We know that certain colors, such as red and yellow, increase alertness, so it makes sense that wearing bright hues could help give us a boost. In addition to my favorite red lipstick, I often wear my red sunglasses or glittery shoes on days when I feel blah.
Change the Temperature
There’s a growing body of research linking ambient temperature to emotion. Studies show that in general, warmer temperatures improve mood, though when it gets too hot, people increasingly get agitated. It’s not surprising, then, that when I asked our community on Instagram to share their favorite pick-me-ups, many mentioned the comfort of a warm drink or a warm blanket. Interestingly, a theory known as affect-gating suggests that we are more sensitive to touch (and less visually focused) when we’re in a sad mood, in part because a craving for warmth draws us toward social connection (which connotes safety).
On the flip side, the TIPP framework, which comes from a therapy modality known as DBT, promotes cold exposure as a way to take down the intensity of an emotion. If your tough day is making you feel “overheated,” a splash of cold water or an ice pack may be the way to go.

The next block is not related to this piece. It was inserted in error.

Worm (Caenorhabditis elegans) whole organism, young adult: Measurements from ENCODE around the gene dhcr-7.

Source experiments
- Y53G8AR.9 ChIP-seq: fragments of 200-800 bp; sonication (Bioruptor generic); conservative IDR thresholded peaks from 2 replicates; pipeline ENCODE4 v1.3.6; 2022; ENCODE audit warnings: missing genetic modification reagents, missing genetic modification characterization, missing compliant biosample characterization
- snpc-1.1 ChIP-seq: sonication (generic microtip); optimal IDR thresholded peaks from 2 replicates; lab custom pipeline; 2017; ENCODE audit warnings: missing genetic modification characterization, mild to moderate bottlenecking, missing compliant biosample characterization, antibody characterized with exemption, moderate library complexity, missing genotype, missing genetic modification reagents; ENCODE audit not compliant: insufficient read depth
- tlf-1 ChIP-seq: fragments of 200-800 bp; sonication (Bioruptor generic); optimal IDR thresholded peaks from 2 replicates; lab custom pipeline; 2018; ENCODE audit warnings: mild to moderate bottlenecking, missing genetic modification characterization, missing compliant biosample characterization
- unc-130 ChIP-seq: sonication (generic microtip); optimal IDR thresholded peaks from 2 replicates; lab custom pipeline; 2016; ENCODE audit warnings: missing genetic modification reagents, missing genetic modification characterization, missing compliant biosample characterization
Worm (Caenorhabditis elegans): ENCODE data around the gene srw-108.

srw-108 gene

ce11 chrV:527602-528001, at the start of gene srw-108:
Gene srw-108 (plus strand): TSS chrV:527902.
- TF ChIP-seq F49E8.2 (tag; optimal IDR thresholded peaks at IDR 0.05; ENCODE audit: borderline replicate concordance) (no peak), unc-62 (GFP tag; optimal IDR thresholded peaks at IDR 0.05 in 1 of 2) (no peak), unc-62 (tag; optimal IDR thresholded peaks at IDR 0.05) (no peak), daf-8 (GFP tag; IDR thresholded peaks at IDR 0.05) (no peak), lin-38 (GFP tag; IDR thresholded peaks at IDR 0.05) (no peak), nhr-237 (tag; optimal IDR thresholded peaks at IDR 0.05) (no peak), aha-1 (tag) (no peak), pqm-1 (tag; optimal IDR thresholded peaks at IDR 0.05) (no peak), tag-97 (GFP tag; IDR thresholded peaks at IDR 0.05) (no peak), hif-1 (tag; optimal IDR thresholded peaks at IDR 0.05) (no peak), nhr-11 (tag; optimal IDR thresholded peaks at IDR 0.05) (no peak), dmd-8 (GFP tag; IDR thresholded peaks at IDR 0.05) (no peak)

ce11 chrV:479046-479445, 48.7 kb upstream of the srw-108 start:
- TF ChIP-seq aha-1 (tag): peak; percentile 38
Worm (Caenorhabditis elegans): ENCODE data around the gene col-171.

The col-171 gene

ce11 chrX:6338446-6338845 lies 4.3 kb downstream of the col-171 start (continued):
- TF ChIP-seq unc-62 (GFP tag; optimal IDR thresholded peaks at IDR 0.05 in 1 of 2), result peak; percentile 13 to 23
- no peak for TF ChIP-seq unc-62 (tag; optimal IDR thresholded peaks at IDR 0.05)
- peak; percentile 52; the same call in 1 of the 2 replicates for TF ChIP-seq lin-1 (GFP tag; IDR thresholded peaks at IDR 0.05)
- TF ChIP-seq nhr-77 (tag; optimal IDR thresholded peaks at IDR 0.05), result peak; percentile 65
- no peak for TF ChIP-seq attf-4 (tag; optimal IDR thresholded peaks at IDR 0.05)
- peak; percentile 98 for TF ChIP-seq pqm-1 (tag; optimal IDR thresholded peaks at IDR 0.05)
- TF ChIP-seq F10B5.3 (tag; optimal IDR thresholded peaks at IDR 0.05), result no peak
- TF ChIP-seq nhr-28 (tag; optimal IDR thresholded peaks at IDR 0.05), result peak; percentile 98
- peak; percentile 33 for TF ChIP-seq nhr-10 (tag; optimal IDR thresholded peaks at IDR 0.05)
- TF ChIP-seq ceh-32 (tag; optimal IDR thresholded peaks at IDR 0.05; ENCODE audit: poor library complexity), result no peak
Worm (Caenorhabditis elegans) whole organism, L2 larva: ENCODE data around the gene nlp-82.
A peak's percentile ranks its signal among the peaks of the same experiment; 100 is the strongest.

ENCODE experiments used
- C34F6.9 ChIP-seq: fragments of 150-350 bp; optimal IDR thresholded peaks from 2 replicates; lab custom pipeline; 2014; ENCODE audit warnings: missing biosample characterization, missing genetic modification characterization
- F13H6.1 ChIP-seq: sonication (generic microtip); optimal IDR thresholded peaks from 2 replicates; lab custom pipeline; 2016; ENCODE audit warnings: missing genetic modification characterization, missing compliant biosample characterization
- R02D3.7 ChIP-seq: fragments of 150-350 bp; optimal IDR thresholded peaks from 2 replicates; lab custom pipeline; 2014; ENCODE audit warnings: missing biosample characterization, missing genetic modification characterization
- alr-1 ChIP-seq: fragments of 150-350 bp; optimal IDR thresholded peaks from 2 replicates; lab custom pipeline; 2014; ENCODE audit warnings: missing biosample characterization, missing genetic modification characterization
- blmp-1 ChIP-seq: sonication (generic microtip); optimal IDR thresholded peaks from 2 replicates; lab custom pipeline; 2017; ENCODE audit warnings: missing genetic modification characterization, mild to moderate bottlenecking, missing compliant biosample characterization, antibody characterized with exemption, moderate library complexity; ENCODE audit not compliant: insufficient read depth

Play a Game
When you’re having a tough day, playing a game might be the last thing on your list. But here’s why you should consider it. Getting immersed in play has been shown to reduce our awareness of time and minimize self-consciousness. When we play we’re able to get out of our heads and be fully in the moment. Play can also stimulate the release of endorphins, our brain’s natural painkilling chemicals. Together, these benefits make play an ideal break from focusing on our troubles.
Read or Watch Something Funny
Many readers of this blog say they turn to comedy on a tough day, and research supports this approach. Studies show that laughter decreases the presence of stress hormones in the blood, helping to reduce the effects of stress on the body and mind. And, just like play, laughter also stimulates the production of endorphins.
I keep a “funny file” of memes and videos that always make me laugh. You can also turn to a favorite funny movie or romcom, or ask a friend to share something that’s cracked them up recently.
Talk to a Friend